I love the show Girls on HBO. Are you watching this? I’ll spare you the recap, you can read about it here. But the reason I love this show is the very same reason it’s getting criticised. Every character on the show is selfish in turns. Petty and self-absorbed as only twenty-something girls can be. They are in a word, difficult. Which isn’t to say they’re unlikeable. To me, anyway. They’re real, and they’re human and they’re fascinating. But the creator, Lena Dunham took a huge risk creating these characters and trying to find an audience for them.
I was reading Anna Cowan’s great piece about difficult heroines and reader thresholds – and it made me think about difficult heroines and writer thresholds.
The largest criticisms I’ve gotten on my recent releases are that the heroines and some of the other characters are unlikeable. It’s not surprising criticism, I took a chance and I knew not everyone would get Tara Jean or Victoria. Which is weird, because I’m trying to make a living as a writer, why would I alienate some readers?
I honestly don’t have an answer to that, so I asked some writers who have written some difficult heroines to see why they did it.
“Difficult heroines bring a lot of conflict to a romance, which is always a good thing,” said Cecilia Grant author of A Gentleman Undone (reviewed here). “They tend to make the hero-heroine power dynamic more interesting. And for readers who like to sort of vicariously experience the romance, I think a sharp-edged heroine makes just as good a “placeholder” as the softer-edged kind. Better, even, because she carries with her the idea that someone might see all your worst qualities – pettiness, coldness, poor decision-making – and fall in love with you despite or even because of those things.”
For Stephanie Doyle author of the Rita Nominated book The Doctor’s Deadly Affair, it’s much more simple. “ Difficult women are way more fun than easy ones, “ she says. “I know this because I am in fact a difficult woman and I’m a lot of fun. But seriously – I think my characters are a reflection of the people I want to know. The difficult people are just more interesting”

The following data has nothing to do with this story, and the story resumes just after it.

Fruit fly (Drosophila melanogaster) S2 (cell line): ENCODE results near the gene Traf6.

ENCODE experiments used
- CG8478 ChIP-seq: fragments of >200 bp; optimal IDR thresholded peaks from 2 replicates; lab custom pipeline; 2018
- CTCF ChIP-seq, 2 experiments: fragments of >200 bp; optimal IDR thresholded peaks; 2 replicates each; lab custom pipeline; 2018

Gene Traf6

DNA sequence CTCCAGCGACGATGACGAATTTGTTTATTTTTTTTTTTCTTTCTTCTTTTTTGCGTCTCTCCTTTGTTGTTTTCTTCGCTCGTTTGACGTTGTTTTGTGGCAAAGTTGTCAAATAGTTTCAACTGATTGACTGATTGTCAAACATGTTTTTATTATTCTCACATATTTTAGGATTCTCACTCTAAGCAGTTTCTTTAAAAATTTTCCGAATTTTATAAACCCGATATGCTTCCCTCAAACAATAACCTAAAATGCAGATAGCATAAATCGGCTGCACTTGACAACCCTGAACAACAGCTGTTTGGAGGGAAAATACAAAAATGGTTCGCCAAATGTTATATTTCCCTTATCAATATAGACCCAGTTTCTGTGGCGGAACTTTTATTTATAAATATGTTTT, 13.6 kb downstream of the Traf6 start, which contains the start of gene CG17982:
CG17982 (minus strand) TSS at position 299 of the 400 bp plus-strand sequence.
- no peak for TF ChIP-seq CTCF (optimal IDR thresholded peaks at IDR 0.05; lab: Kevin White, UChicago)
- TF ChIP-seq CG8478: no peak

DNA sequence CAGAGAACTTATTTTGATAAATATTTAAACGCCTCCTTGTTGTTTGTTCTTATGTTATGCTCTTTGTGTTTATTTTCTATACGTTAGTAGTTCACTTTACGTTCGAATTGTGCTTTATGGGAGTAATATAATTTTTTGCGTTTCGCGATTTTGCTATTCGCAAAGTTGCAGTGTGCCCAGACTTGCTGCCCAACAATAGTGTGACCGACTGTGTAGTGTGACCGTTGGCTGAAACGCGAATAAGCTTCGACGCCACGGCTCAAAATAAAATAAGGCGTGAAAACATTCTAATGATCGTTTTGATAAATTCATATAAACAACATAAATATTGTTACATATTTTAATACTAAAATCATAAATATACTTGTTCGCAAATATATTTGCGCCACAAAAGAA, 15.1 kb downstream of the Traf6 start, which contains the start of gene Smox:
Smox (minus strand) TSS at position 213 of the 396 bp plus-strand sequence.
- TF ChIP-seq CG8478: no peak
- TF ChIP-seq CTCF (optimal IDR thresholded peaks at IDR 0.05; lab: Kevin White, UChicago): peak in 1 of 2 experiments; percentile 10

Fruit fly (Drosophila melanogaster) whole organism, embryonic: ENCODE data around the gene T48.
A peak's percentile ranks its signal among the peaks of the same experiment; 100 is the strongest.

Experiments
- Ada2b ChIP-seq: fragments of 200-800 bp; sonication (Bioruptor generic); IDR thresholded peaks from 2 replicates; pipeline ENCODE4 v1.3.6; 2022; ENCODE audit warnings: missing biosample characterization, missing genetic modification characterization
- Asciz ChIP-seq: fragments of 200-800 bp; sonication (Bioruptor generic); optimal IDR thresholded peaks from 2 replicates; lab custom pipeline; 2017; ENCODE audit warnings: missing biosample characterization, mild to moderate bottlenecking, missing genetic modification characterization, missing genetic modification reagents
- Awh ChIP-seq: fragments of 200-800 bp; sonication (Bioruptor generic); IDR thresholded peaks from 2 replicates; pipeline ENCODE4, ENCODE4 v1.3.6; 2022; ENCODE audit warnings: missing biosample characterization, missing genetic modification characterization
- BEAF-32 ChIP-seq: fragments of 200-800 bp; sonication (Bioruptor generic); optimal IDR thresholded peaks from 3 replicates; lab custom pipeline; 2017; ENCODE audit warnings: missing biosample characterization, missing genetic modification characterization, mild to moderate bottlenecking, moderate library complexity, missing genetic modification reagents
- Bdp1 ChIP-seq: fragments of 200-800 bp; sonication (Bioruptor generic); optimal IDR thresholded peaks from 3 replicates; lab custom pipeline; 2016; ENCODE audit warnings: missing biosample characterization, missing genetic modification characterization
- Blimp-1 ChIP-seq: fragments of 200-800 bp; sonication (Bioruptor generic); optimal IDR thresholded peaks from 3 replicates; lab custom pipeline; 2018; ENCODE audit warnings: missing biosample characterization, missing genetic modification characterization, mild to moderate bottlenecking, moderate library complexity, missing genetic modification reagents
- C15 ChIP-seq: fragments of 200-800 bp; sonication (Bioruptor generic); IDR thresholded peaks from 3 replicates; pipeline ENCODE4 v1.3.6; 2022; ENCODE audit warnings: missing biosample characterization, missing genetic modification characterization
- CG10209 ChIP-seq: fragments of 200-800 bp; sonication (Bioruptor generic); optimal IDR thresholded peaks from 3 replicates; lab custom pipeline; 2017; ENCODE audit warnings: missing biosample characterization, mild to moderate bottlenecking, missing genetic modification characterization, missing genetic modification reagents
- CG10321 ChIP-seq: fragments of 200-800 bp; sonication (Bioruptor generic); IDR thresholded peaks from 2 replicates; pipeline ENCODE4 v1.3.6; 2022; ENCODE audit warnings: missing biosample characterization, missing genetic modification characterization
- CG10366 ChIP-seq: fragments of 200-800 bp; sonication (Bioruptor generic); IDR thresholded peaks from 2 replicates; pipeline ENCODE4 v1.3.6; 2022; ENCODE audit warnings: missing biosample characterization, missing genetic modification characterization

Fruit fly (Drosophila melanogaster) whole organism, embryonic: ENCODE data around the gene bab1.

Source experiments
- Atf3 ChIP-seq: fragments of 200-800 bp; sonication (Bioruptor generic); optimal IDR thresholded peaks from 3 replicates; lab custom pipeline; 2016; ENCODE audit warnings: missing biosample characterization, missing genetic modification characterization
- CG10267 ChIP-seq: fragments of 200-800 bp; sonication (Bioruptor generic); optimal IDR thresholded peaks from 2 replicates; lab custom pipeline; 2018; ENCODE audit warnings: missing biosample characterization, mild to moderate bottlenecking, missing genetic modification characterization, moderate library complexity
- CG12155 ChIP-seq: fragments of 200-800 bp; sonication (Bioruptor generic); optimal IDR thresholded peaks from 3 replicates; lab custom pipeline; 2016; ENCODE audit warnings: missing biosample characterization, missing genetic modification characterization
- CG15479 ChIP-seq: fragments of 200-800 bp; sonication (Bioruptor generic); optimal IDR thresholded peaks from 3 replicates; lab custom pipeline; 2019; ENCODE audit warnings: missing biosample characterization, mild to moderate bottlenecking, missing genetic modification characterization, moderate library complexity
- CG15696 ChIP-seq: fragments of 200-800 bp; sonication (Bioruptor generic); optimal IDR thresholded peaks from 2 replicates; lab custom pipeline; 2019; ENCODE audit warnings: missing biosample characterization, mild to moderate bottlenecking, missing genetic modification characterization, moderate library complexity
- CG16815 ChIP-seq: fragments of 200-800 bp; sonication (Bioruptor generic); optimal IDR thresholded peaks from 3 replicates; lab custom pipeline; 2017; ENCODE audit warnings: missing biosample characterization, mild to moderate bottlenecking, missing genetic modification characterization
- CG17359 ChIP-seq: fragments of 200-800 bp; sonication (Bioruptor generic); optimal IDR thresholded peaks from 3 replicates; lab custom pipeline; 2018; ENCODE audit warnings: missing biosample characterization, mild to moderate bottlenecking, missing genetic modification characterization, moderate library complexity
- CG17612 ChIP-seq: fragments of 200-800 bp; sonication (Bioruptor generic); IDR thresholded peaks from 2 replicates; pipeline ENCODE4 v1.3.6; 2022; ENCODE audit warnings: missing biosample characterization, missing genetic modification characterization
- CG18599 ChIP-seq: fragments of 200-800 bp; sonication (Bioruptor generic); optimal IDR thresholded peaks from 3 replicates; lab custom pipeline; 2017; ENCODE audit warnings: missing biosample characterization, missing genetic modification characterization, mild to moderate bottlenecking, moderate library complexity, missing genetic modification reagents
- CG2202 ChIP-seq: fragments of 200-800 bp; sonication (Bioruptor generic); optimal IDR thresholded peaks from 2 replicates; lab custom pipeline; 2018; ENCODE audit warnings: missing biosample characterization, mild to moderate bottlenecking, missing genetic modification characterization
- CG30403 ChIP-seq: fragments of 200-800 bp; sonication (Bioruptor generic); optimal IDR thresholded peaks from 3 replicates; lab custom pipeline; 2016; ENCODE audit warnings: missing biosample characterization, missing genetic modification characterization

Sarah Mayberry, author of Her Best Worst Mistake (reviewed here) comes at it a different way. “Romance is full of difficult heroes,” she says. “It’s all about equality between the sexes when I write! If I would portray certain behavior or ideas in a man, I figure I should be able to portray them in a woman. The challenge, as always, is giving readers the information they need to understand what’s behind the character’s difficult-ness. If that’s even a word.”
The complicated nature of creating these difficult heroines is not lost on any of the writers I talked to. Caitlin Crews author of the Replacement Wife understands the inherent challenge. “The fact is, not everyone is going to like your heroine no matter what you do. But I think readers want to know a heroine’s motivation, and if you give it to them, they’ll follow her to a lot of dark places.”
All of the authors have tried to balance the “likeabilty scales” as Crews called them. According to Ruthie Knox, author of About Last Night (reviewed here); “I think there’s a difference between asking readers to sympathize with a character and asking them to like her. It’s difficult to like a heroine who hates herself. I can sympathize with her plight, but I want her to show some get-up-and-go, you know?”
Grant agrees. “As a reader, I have a huge tolerance for unlikeability as long as the character gives me a few things with which to sympathize: a difficult backstory, a humiliating experience, an aspiration or interest that I can relate to.”
This, of course, doesn’t work for every reader and as writers who try to push the envelope in terms of the kind of heroine to be found in romance novels, there is a risk that the heroines and ultimately the books won’t find an audience.
“Real people – which is what I hope my characters resemble,” says Doyle, “are going to meet people who like them and don’t. And it’s the same way with readers.”
I can attest that it is both that simple, and a million times more complicated. Part of my choice is wanting to grind as much emotion out of a character arc as I can, and that requires some serious highs and lows. Redemption and forgiveness stories are powerful, but someone has to do something bad to make them believable.
But largely, and I think most of the authors who take chances on setting, or conflict, or plot – the appeal is the challenge. The challenge of trying something new, of changing some minds, of breaking the molds. It’s not easy, and it doesn’t work for every reader, or writer…but it’s fun.